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An Impressive Sammelband of Gesner’s Complete Zoological Works. Illustrated with over 1,000 Woodcuts

Gesner (also Gessner), Conrad (1516-1565)
Vogelbuch: darinn die Art, Natur unnd Eigenschafft aller Vöglen, sampt irer waren Contrafactur angezeigt wirdt : allen Liebhabern der Künsten, Artzeten, Maleren, Goldschmiden, Bildschnitzeren, Seydenstickeren, Weydleüten unnd Köchen, nit allein lustig zu erfaren, sunder gantz nutzlich und dienstlich zebrauchen. erstlich durch Doctor Conradt Geßner in Latin beschrieben, neüwlich aber durch Rudolff Heüßlin mit Fleyß in das Teütsch gebracht unnd in eine kurtze Ordnung gestelt.

$38,000.00

A magnificent sammelband, bound in alum-tawed pigskin over beveled wooden boards, lacking one clasp. Binding soiled and with slight wear but still very fine. The boards are ruled and tooled in blind with medallion portrait heads and Biblical figures. The text of all four volumes is in excellent condition. There is one small tear to the lower corner of leaf B2, with loss of a few letters. One of the birds in the first work has been nicely colored by a 16th c.

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VD 16, G 1736, 1729, 1742 und 1745; Nissen 1552, 1555 and 1557

A Fascinating & Important 14th Century Pharmaceutical Manuscript

Matthaeus Platearius [attributed] (ca. 1250), Albertus Magnus (before 1200-1280), Walter Agilon (ca. 1240), et alii.
Circa instans negotium in simplicibus medicinis …”: (Concerning medical simples…). [Together with Walter Agilon’s “De dosis medicinarum”, Albertus Magnus’, “Tractatus de herbis”, and other texts.]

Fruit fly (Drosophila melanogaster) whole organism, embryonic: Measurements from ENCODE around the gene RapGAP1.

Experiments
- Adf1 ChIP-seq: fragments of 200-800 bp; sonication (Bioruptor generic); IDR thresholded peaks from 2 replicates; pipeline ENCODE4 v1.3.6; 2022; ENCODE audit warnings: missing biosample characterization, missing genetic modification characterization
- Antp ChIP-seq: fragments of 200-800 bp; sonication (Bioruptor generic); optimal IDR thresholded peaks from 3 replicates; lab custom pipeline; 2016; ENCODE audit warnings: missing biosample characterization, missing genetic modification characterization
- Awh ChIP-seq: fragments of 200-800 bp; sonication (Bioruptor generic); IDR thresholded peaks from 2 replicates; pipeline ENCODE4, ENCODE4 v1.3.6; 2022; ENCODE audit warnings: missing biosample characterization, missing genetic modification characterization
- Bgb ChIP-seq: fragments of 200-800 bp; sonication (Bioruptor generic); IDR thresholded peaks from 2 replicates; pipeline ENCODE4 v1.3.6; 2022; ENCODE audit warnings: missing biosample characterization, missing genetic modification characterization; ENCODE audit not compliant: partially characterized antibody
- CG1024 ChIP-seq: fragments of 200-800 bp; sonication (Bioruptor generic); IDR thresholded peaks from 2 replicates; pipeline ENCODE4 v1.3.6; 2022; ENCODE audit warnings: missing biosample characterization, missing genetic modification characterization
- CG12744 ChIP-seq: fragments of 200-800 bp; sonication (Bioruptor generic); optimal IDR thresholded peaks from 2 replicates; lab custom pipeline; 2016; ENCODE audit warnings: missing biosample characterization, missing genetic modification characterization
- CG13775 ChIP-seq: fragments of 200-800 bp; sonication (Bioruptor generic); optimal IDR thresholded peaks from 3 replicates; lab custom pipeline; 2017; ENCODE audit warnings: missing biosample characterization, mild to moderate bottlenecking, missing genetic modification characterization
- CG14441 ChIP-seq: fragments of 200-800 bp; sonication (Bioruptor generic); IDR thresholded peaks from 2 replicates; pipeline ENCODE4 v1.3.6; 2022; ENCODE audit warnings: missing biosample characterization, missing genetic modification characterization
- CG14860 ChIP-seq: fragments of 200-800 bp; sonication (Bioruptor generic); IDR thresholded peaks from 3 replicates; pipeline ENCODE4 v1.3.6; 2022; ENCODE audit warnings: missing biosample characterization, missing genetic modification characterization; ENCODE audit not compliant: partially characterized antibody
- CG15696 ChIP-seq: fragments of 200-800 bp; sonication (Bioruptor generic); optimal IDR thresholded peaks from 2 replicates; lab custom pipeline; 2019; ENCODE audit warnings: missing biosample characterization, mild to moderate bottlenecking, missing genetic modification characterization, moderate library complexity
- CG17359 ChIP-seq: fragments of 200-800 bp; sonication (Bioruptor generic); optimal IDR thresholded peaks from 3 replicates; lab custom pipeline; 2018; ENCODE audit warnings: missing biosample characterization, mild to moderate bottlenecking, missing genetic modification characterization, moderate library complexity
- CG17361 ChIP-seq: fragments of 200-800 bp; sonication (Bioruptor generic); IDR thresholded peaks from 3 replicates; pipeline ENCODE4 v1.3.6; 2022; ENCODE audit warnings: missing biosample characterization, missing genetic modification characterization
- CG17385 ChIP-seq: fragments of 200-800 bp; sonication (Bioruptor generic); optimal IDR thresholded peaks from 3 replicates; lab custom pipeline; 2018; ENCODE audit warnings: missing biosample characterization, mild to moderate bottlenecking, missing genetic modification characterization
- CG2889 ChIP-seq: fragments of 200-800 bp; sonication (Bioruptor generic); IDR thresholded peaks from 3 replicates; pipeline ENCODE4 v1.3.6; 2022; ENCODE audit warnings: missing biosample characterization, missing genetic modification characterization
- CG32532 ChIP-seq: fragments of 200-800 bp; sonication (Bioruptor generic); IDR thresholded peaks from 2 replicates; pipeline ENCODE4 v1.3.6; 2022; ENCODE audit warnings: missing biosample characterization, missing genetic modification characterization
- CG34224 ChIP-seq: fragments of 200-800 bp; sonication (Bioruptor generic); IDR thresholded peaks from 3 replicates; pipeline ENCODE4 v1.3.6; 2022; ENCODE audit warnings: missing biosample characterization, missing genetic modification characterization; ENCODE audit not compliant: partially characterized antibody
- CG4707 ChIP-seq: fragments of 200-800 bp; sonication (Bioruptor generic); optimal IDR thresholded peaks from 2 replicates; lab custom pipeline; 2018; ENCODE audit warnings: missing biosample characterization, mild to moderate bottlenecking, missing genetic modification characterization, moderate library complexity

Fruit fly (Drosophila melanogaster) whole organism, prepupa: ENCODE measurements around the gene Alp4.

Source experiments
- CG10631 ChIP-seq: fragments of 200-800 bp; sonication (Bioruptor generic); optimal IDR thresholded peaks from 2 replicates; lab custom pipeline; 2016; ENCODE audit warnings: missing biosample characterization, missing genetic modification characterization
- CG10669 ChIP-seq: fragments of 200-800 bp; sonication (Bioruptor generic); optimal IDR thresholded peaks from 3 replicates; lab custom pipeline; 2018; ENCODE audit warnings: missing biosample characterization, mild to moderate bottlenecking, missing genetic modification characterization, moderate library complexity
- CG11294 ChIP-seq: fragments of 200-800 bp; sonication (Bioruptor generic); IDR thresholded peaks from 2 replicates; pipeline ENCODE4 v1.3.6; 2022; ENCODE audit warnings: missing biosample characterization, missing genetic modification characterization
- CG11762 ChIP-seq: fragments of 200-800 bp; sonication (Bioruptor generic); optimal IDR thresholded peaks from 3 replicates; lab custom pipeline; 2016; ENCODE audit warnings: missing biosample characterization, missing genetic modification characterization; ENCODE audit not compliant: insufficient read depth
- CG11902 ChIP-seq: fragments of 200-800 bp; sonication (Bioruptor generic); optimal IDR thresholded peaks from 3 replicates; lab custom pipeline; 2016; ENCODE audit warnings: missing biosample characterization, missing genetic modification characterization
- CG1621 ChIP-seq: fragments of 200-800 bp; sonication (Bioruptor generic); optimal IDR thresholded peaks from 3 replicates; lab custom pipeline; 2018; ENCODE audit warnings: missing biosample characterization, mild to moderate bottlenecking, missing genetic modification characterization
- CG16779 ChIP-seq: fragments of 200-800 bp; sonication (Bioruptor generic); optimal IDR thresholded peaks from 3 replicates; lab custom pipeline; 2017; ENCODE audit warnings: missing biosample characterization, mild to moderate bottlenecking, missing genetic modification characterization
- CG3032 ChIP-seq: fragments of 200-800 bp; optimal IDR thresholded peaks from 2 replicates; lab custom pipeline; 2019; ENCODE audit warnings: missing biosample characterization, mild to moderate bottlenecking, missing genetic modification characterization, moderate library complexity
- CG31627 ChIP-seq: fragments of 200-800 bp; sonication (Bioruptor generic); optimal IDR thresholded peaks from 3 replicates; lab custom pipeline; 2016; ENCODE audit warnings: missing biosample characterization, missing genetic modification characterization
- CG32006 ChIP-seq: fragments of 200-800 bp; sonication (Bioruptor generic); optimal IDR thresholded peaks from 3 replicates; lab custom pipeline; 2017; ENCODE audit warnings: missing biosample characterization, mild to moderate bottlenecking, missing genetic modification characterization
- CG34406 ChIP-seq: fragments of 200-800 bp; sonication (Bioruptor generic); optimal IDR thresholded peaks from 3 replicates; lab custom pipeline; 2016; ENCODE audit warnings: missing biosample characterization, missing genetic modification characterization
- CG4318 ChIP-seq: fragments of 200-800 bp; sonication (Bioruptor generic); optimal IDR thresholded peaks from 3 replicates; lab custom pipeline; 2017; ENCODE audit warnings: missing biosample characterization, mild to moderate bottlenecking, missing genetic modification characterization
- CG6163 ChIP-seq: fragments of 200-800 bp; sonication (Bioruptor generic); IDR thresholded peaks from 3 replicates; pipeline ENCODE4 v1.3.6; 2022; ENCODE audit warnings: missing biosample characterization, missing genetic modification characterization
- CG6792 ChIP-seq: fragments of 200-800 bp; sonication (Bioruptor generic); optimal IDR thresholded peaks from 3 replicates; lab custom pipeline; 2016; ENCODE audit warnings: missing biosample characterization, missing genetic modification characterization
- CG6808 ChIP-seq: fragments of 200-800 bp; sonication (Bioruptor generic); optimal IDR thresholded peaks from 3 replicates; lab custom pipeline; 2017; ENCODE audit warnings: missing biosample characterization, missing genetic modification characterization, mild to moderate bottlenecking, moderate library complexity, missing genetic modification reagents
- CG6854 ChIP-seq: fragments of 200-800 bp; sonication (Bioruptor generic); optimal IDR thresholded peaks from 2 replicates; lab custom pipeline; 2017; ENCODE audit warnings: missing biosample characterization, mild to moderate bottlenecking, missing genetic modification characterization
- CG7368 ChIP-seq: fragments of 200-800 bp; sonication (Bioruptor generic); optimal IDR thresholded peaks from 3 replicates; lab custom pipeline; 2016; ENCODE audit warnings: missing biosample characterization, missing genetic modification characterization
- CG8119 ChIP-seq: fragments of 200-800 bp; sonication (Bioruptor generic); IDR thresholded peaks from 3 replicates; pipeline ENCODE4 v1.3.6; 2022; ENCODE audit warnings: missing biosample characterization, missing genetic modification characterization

Northwest Germany: 3rd quarter of the 14th c., ca. 1369

Folio: 29.5 x 21 cm. 98 lvs. Text in 2 columns of 38 to 44 lines. Complete.

$200,000.00

Contents: (see also the discussion of these texts on pages 2-3 of this description): I. Matthaeus Platearius (attrib.) “Circa instans” (p. 1-101); II. Walter Agilon, De dosis medicinarum” (p. 101-113); III. Anon., “Ars medicinarum laxativarum” (p. 113-126); IV. Bartholomeo da Varignana, “Practica a capite usque ad pedes” (excerpt) (p.

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1. See P.O. Kristeller, ‘The School of Salerno: its development and contribution to the history of learning’, in Studies in Renaissance Thought and Letters, 1956.

Renaissance Science and its Medieval Antecedents

Sacrobosco, Johannes de (ca. 1195 – ca. 1256 A.D.); Regiomontanus, Johannes (1436-1476); Peurbach, Georg von (1423-1461)
Sphaera mundi [with] Johannes Regiomontanus: Disputationes contra Cremonensia deliramenta [and] Georg von Peurbach: Theoricae novae planetarum.

Venice: Erhard Ratdolt, 6 July 1482

Quarto: 19.5 x 14.3 cm. 60 lvs. Collation: a-g8, h4. 30-31 lines, Gothic type

$38,000.00

A fine copy of Erhard Ratdolt’s beautiful printing of Sacrobosco’s “Sphere”, the core astronomical textbook from the Middle Ages to the early 16th century. This edition is the first to include key texts by two of the most influential 15th c. astronomers: Johannes Regiomontanus and Georg Peurbach.

Working in the vein of the Renaissance humanists, Peurbach and his student Regiomontanus sought out the extant scientific writings of antiquity, the classical foundations of medieval European and Arabic science.